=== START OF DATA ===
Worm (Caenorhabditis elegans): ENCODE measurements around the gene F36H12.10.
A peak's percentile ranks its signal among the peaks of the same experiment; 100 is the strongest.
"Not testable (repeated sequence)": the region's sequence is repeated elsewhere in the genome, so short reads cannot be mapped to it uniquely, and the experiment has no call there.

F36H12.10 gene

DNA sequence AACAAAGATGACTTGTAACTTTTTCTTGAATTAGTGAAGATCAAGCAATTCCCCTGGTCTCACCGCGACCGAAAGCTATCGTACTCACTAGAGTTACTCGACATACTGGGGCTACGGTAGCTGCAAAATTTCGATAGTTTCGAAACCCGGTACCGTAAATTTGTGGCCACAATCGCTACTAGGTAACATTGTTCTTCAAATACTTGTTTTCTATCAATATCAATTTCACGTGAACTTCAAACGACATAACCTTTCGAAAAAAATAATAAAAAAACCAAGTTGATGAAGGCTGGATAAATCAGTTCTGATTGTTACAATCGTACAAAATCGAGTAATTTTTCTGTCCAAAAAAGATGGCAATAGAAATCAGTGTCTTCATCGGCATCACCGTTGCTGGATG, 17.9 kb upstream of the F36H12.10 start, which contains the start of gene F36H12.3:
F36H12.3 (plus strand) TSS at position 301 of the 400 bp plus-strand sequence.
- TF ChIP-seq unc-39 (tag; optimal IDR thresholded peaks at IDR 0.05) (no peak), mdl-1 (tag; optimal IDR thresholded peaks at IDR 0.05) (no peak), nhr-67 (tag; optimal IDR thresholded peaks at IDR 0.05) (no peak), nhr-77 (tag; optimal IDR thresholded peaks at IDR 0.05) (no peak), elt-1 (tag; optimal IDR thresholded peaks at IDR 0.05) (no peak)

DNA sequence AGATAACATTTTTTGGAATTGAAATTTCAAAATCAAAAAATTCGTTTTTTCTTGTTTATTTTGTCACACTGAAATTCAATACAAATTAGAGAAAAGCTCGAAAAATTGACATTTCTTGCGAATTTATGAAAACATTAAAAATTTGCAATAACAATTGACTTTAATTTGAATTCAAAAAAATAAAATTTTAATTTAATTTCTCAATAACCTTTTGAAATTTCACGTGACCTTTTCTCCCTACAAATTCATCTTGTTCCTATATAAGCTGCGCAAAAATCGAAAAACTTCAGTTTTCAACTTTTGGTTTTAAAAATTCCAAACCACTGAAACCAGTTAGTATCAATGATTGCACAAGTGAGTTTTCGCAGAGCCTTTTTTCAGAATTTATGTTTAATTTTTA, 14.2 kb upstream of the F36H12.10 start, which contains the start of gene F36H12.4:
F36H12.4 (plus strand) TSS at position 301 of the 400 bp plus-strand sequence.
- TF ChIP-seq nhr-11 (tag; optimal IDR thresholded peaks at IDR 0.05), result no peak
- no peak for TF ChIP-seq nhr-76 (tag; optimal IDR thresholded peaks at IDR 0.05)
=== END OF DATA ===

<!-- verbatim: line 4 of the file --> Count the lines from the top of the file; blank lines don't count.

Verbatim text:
F36H12.10 gene